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American workers who lose jobs in a trade war won't get much help

Earlier this month, news came out...

Posted: Apr 30, 2018 7:32 AM
Updated: Apr 30, 2018 7:32 AM

Earlier this month, news came out that 50 Tampa Bay Times employees would face a fate typically reserved for factory workers and steel mill operators: Losing their jobs in a trade dispute.

Tariffs the United States imposed on softwood lumber from Canada had raised the paper's newsprint costs by some $3 million a year, the publisher said, and the business' already thin margins couldn't absorb that.

Normally, when a job is outsourced or terminated as a result of import competition, workers get some extra help. On top of unemployment insurance, they are also eligible for something called Trade Adjustment Assistance, an approximately $800 million a year program that provides cash and covers tuition for retraining programs to help people get back on their feet.

But the 56-year-old program doesn't cover people who lose jobs in later phases of trade disputes. The essential requirement for eligibility is that the job was lost to "foreign competition." Jobs lost due to tariffs actually levied by the United States -- which can raise domestic prices and provoke retaliatory measures from abroad -- don't qualify.

And the new tariffs promised by the Trump administration could hurt a lot of jobs. Trump announced earlier this year he would crack down on what he describes as unfair trade practices, pledging that imported steel would be taxed at 25%, and foreign aluminum at 10%. He also threatened to impose new tariffs on $150 billion of Chinese goods - with Beijing promising to push back on hundreds of US products.

Europe ready to hit back if Trump presses ahead with tariffs

Job losses in the United States could number from 25,000 to 150,000 jobs in industries that use steel, ranging from aerospace manufacturing to oil drilling, according to analyses from Moody's Analytics and the Economic Outlook Group. Overall, the loss of jobs will likely be on the lower end of the range, since Canada, Mexico, and South Korea have received waivers from the new tariffs.

But those estimates don't include the potential impact of retaliatory duties threatened by China on mostly agricultural goods. And Europe says it's ready to hit back if the Trump administration doesn't exempt it from the new tariffs starting May 1. The New York Federal Reserve estimated last week that the trade actions that ultimately go into effect would probably cost more jobs than they would save.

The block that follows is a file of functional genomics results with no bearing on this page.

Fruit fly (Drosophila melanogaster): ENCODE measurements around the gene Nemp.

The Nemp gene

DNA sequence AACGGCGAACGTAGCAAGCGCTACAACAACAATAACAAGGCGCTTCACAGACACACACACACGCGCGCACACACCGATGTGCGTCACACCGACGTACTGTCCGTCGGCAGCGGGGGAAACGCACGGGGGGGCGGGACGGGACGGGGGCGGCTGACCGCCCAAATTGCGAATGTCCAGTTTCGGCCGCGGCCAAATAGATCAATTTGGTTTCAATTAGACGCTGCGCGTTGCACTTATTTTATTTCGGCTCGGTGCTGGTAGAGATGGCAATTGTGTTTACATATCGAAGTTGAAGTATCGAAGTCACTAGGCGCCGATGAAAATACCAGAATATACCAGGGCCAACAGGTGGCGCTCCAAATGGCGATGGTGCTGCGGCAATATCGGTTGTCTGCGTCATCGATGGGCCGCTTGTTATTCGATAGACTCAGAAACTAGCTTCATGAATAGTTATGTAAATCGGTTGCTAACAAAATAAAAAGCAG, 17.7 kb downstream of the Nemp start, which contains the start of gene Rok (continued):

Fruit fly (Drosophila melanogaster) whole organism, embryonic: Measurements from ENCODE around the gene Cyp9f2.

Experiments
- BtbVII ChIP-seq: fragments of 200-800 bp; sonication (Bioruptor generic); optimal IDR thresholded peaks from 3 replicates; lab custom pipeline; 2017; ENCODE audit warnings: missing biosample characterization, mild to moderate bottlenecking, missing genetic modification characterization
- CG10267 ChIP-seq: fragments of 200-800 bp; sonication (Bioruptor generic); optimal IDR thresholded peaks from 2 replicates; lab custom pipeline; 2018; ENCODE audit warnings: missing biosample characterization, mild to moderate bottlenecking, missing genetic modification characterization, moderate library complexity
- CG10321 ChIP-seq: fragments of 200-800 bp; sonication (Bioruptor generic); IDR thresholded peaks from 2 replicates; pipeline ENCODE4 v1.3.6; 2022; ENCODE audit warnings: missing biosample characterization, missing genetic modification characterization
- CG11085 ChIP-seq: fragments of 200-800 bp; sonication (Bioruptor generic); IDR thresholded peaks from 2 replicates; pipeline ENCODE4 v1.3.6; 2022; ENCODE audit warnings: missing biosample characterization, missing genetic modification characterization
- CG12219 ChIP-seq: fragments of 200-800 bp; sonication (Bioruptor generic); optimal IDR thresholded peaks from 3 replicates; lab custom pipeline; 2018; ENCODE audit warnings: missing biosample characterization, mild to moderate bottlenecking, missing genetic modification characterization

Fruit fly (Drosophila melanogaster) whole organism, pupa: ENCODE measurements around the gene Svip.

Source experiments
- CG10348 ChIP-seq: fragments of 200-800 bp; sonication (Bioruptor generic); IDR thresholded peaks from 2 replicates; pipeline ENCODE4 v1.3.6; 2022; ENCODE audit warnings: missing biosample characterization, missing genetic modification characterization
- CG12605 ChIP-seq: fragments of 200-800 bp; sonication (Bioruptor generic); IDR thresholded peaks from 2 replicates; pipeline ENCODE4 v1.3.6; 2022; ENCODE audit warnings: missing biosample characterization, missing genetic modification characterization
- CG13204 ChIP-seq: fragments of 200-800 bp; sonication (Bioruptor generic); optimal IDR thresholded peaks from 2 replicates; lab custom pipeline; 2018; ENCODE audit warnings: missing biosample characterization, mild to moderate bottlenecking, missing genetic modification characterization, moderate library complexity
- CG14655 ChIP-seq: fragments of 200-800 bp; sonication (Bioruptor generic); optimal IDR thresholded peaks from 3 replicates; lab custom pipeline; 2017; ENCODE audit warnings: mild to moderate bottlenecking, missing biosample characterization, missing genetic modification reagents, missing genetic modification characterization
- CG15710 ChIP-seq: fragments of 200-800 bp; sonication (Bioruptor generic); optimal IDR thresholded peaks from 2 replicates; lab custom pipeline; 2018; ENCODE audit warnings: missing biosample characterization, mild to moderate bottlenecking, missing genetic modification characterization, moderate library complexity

So far, there have been thousands of requests for exclusions from the steel tariffs from US-based companies that say making their raw material more expensive to import could force them to cut employees. For example, a producer of railway steel called Evraz, Inc. warned that it would have to lay off over 400 workers in Portland, Oregon if it didn't get an exemption. And those workers would get no help from the government, beyond unemployment insurance.

That discrepancy between those who receive special assistance and those who don't has long fueled calls for a more comprehensive system to help workers who are out of a job because of the way the economy is changing.

"It further underscores the reality that this program doesn't make a lot of sense," says Edward Alden, a fellow at the Council on Foreign Relations. "Why should a steelworker who loses their job as a result of Chinese imports be treated more favorably than a steel-using worker who loses their job because of an import tariff?"

Alden wrote a book on the subject entitled Failure to Adjust, discussing how the US fell behind in developing globally competitive industries and helping workers prepare for the jobs of the future. For example, in 2015 the United States spent less as a percentage of GDP than any other developed country on "active labor management" policies like training workers and connecting them with employment, according to the Organization for Economic Cooperation and Development.

Related: Trump renews attack on TPP: 'I don't like the deal'